Tags: social risk | audience | business

Social Risk: Understanding Your Audiences

Social Risk: Understanding Your Audiences
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Wednesday, 01 May 2019 12:57 PM Current | Bio | Archive

The audiences of today and tomorrow can no longer be reached through mainstream, traditional methods. To reach them with positions, concepts, ideas, or products, business leaders and marketers must use the language of the new age of information.

While there are more ways than ever for people to pursue their personal passions and connect with others who share their interests, the challenges posed by this new reality are tremendous.

Technology lowered the barriers for participation in an unprecedented fashion — social, cultural, political, and economic — thus creating a new type of environment: Participatory Culture. The term, coined by USC’s Prof. Henry Jenkins, refers to “the ability to take part in media around us.”

While not all people participate in an equal manner, the “new participant” in the age of information is a proactive co-producer of content and, therefore, should not be viewed as a passive consumer. Participants are encouraged to take part in the conversation in a forthcoming and empowering manner. Their contribution is welcomed by others and is usually accompanied by informal mentorship.

New participants spend more time online than any other group in history. They receive the majority of their information from an unprecedented wide variety of online sources, and are able to self-design their informational feed. If it’s not in their feed, it does not exist. They actively choose whom to follow and connect with. They tend to be younger — although the generational theory does not always work as it is more a matter of mindset than chronological age. They strongly believe in connectivity and view technology as empowering. They demand privacy and transparency at the same time, and are able to comfortably function in a state of constant tension between conflicting factors.

Generally, they see themselves as “work in progress,” and are not necessarily looking to have definitive answers to every question. Their local and urban identity is rising. They have more in common with other like-minded people across the ocean than their next-door neighbors whose areas of interest are far removed. To them, the world is one global community, ever expanding.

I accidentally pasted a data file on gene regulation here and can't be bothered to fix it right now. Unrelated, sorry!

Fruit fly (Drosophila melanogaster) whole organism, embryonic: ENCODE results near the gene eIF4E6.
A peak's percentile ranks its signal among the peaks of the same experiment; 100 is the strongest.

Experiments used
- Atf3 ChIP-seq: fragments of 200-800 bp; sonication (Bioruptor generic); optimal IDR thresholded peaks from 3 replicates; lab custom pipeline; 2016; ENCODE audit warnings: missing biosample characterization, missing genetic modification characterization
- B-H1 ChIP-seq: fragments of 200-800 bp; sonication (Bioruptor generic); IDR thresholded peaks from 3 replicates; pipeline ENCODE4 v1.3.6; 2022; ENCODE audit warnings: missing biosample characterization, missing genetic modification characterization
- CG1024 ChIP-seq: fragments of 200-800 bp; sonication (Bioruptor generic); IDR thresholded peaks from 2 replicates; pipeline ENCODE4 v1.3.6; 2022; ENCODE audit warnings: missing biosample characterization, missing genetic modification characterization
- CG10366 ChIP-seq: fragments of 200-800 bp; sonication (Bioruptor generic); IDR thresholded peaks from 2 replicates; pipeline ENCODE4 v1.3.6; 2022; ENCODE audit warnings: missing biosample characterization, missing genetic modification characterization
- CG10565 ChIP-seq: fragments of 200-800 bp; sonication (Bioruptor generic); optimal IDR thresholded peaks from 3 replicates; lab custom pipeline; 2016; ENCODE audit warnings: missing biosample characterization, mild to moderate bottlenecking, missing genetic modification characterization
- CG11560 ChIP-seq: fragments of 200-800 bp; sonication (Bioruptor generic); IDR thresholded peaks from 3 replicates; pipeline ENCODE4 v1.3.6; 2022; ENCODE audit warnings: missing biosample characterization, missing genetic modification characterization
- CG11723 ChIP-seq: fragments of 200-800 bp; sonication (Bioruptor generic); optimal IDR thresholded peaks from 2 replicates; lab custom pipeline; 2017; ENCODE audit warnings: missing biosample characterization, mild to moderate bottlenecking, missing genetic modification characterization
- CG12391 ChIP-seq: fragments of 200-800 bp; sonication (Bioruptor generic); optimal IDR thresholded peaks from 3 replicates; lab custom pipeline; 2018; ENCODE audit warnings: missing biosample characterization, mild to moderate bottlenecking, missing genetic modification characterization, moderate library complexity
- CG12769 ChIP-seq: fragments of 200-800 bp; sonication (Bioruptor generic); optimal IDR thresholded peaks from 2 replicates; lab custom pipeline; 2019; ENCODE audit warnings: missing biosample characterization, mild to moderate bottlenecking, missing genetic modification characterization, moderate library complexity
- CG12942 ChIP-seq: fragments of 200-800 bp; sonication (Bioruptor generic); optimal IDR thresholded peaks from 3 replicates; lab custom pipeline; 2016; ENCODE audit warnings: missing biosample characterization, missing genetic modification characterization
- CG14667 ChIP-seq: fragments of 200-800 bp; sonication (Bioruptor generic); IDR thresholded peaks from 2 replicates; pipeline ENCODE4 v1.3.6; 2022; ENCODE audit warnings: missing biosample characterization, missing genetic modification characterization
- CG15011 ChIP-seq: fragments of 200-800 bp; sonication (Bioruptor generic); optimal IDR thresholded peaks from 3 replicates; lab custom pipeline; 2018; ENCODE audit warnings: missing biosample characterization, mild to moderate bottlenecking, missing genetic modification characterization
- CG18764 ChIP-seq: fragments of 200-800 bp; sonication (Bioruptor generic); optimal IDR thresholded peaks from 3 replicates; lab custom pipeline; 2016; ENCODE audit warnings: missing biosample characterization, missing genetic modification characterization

Business leaders should pay attention to three main strategic inputs:

One, new participants are intensely engaged in conversations about identity. They spend time, resources, and energy in the study of their own identity, family history, and DNA more than any other group in history. Their search for identity can be political, national, urban, tribal, and personal. This explains the popularity of identity politics, digital tribalism, and rising urbanization among many.

Two, the concept of fairness is central to their world view. They expect people to “do the right thing”; to be fair to their own body (fitness, wellness, nutrition, mindfulness, etc.); to be fair to fellow human beings (social justice, charity, promotion of social goodness, etc.); and to be fair to the environment (climate change, recycling, alternative energy, etc.).

Three, the new participant has developed a profound mistrust when it comes to institutions: governments, corporations, and “establishments” of all sorts. Governments, once viewed as parental institutions, are now being viewed with suspicion, if not ridicule. They would rather trust their peers than officials.

To successfully reach them, one cannot just simply invite them into their world by unilaterally disseminating a self-congratulatory message, which is precisely what most of us still do. Business leaders tend to focus on “what we want to say” rather than focus on “what they want to hear.”

Increasing relevance in the age of information overload and hyper-connectivity is the biggest challenge for business leaders. The way to get there is by tying the business strategy to a meaningful purpose: “for-profit” meeting “for-purpose.” It is incumbent upon business leaders to thoroughly study their target audience. Micro-targeting and predictive segmentation will enable the design of a very precise and customized action plan.